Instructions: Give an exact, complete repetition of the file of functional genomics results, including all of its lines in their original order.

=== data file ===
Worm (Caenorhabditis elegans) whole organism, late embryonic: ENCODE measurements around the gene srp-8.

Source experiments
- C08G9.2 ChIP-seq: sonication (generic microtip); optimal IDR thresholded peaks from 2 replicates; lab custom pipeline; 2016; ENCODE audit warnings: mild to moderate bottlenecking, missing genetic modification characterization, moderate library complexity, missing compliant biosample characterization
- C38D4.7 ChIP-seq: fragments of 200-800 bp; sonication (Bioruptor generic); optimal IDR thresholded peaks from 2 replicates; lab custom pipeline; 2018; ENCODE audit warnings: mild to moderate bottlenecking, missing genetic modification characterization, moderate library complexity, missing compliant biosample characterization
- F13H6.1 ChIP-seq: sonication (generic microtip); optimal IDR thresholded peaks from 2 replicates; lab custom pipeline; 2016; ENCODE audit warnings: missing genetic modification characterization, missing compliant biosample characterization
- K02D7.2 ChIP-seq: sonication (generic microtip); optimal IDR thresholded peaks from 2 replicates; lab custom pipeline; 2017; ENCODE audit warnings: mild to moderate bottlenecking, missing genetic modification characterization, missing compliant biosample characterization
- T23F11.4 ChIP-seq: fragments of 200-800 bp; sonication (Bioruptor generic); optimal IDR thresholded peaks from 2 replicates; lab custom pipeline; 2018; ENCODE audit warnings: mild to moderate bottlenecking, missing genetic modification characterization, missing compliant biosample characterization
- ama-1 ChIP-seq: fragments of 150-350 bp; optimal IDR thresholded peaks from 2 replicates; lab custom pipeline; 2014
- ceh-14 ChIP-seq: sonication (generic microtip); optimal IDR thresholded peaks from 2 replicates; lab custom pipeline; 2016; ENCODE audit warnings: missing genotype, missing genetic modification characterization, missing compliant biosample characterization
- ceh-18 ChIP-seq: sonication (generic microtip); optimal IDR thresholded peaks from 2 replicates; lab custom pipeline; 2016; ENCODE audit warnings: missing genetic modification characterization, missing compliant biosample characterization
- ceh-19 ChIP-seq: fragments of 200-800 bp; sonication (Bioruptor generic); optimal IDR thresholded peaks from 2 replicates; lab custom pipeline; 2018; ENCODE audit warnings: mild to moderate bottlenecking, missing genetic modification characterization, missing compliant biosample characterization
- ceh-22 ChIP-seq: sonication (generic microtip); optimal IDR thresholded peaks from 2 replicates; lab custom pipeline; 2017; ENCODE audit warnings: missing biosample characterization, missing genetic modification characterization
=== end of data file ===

Worm (Caenorhabditis elegans) whole organism, late embryonic: ENCODE measurements around the gene srp-8.

Source experiments
- C08G9.2 ChIP-seq: sonication (generic microtip); optimal IDR thresholded peaks from 2 replicates; lab custom pipeline; 2016; ENCODE audit warnings: mild to moderate bottlenecking, missing genetic modification characterization, moderate library complexity, missing compliant biosample characterization
- C38D4.7 ChIP-seq: fragments of 200-800 bp; sonication (Bioruptor generic); optimal IDR thresholded peaks from 2 replicates; lab custom pipeline; 2018; ENCODE audit warnings: mild to moderate bottlenecking, missing genetic modification characterization, moderate library complexity, missing compliant biosample characterization
- F13H6.1 ChIP-seq: sonication (generic microtip); optimal IDR thresholded peaks from 2 replicates; lab custom pipeline; 2016; ENCODE audit warnings: missing genetic modification characterization, missing compliant biosample characterization
- K02D7.2 ChIP-seq: sonication (generic microtip); optimal IDR thresholded peaks from 2 replicates; lab custom pipeline; 2017; ENCODE audit warnings: mild to moderate bottlenecking, missing genetic modification characterization, missing compliant biosample characterization
- T23F11.4 ChIP-seq: fragments of 200-800 bp; sonication (Bioruptor generic); optimal IDR thresholded peaks from 2 replicates; lab custom pipeline; 2018; ENCODE audit warnings: mild to moderate bottlenecking, missing genetic modification characterization, missing compliant biosample characterization
- ama-1 ChIP-seq: fragments of 150-350 bp; optimal IDR thresholded peaks from 2 replicates; lab custom pipeline; 2014
- ceh-14 ChIP-seq: sonication (generic microtip); optimal IDR thresholded peaks from 2 replicates; lab custom pipeline; 2016; ENCODE audit warnings: missing genotype, missing genetic modification characterization, missing compliant biosample characterization
- ceh-18 ChIP-seq: sonication (generic microtip); optimal IDR thresholded peaks from 2 replicates; lab custom pipeline; 2016; ENCODE audit warnings: missing genetic modification characterization, missing compliant biosample characterization
- ceh-19 ChIP-seq: fragments of 200-800 bp; sonication (Bioruptor generic); optimal IDR thresholded peaks from 2 replicates; lab custom pipeline; 2018; ENCODE audit warnings: mild to moderate bottlenecking, missing genetic modification characterization, missing compliant biosample characterization
- ceh-22 ChIP-seq: sonication (generic microtip); optimal IDR thresholded peaks from 2 replicates; lab custom pipeline; 2017; ENCODE audit warnings: missing biosample characterization, missing genetic modification characterization